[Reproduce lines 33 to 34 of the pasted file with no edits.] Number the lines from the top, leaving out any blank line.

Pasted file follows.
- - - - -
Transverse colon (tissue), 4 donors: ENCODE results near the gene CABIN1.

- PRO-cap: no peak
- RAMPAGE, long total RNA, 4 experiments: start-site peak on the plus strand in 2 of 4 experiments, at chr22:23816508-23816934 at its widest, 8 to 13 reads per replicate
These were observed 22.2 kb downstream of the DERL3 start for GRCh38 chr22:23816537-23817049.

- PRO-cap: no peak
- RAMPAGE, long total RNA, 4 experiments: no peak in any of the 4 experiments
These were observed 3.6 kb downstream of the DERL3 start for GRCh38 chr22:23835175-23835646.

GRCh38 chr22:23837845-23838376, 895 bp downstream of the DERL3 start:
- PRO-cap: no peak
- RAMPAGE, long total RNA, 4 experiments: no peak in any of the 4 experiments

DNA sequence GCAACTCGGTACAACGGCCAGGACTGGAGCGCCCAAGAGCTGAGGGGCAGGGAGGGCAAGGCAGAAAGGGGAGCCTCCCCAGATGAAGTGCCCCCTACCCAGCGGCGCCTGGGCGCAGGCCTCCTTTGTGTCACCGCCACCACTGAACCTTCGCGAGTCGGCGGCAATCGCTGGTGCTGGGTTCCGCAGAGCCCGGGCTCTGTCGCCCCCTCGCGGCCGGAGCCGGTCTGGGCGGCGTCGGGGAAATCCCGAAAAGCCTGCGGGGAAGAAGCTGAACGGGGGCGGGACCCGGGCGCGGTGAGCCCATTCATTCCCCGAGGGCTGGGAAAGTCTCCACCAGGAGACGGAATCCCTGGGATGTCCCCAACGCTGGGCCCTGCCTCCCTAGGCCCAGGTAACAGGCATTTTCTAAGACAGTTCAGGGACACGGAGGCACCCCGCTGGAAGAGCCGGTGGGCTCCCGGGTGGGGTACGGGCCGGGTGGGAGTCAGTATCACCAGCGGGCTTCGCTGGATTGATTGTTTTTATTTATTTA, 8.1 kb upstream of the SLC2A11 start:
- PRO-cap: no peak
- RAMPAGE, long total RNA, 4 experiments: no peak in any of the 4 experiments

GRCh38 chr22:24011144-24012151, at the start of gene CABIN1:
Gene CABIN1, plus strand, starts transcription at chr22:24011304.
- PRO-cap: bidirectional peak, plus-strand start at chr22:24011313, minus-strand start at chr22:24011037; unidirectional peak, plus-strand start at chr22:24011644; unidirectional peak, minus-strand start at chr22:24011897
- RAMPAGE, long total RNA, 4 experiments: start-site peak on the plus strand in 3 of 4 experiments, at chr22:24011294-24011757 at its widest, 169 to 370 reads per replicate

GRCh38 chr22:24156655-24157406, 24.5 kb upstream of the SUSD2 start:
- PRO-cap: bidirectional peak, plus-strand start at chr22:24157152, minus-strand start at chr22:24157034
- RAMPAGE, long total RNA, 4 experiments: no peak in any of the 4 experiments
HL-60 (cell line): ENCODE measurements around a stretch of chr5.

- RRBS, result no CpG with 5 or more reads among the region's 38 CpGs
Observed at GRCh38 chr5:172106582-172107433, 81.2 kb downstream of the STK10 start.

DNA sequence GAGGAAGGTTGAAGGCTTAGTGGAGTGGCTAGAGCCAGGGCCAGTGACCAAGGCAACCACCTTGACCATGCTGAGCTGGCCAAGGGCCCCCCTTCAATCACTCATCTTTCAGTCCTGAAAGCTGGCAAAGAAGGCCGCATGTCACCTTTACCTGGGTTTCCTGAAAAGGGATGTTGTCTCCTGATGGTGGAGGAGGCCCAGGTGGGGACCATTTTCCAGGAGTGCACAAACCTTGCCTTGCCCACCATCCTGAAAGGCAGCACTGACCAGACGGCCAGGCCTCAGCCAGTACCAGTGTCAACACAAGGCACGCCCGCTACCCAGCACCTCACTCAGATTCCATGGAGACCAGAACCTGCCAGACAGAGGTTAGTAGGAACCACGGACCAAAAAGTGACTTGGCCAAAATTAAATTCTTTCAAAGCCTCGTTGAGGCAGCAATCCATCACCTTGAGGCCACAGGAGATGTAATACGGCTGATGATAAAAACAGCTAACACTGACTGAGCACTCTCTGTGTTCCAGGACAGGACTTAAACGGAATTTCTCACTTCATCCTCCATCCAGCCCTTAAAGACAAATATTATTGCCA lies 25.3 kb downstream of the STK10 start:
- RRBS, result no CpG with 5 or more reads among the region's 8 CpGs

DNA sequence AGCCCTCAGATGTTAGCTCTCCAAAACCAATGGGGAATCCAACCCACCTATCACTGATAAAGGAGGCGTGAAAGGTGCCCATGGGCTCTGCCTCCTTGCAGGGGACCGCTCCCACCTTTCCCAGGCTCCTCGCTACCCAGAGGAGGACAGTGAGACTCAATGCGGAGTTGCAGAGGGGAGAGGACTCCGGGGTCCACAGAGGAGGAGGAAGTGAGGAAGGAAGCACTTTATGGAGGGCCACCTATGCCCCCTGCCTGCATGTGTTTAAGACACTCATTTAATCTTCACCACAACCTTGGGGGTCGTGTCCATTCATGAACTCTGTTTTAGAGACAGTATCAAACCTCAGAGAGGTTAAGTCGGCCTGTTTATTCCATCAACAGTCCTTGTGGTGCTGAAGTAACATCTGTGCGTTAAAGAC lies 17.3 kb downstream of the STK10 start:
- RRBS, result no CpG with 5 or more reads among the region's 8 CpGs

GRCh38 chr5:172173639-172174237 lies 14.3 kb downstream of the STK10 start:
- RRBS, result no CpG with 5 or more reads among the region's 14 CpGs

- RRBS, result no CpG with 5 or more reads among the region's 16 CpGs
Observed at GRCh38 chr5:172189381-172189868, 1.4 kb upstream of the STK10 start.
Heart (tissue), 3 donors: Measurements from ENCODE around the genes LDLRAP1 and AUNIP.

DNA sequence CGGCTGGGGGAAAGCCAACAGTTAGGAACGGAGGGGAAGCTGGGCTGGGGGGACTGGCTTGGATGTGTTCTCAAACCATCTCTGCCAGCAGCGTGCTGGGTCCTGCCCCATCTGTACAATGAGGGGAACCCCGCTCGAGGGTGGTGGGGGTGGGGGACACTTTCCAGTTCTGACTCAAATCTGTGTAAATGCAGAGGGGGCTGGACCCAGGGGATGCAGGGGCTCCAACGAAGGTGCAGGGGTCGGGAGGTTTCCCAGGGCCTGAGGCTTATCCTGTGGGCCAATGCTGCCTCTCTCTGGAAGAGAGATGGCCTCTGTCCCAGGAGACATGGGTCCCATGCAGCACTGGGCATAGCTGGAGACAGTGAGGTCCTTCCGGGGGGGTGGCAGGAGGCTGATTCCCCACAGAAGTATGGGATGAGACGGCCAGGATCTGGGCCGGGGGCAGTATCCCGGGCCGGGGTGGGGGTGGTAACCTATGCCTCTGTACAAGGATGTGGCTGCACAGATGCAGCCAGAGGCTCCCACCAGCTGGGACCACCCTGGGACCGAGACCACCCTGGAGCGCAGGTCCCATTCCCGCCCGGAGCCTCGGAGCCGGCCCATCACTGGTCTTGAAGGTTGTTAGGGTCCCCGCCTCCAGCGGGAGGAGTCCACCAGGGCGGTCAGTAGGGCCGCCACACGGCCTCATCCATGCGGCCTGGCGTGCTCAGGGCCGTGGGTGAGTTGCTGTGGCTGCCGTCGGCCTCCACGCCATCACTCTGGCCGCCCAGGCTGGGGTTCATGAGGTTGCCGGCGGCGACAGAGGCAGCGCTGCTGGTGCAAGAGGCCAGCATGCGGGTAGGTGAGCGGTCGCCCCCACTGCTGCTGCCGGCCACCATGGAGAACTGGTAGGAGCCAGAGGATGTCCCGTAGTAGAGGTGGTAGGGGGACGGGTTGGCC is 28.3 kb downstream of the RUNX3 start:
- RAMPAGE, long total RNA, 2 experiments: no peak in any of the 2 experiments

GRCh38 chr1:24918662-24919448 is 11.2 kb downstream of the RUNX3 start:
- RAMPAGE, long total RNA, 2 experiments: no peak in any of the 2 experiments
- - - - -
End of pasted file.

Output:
DNA sequence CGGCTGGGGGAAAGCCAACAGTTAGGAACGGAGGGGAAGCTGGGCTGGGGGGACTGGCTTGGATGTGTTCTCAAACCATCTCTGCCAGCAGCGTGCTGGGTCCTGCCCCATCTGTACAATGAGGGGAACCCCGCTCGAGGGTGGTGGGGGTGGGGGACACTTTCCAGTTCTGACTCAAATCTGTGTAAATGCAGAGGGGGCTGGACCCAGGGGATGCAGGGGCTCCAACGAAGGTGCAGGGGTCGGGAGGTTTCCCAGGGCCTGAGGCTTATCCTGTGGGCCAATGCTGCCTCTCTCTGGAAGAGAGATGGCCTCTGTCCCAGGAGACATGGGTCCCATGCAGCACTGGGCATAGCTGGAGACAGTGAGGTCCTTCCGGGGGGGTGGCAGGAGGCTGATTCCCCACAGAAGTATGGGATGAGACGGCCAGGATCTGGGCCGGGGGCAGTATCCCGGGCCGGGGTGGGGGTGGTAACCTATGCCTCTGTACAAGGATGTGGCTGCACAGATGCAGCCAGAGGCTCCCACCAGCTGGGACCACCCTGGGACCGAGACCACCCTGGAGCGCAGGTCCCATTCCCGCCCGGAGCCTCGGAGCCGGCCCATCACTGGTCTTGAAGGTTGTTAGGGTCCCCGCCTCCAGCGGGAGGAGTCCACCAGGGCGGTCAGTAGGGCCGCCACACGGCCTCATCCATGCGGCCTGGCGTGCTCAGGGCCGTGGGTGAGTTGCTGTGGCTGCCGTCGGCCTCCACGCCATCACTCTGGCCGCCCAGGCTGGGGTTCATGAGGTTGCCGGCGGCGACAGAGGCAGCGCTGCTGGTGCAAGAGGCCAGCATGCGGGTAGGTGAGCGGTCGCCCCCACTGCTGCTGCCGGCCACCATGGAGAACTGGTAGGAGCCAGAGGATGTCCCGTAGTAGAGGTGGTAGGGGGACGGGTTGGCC is 28.3 kb downstream of the RUNX3 start:
- RAMPAGE, long total RNA, 2 experiments: no peak in any of the 2 experiments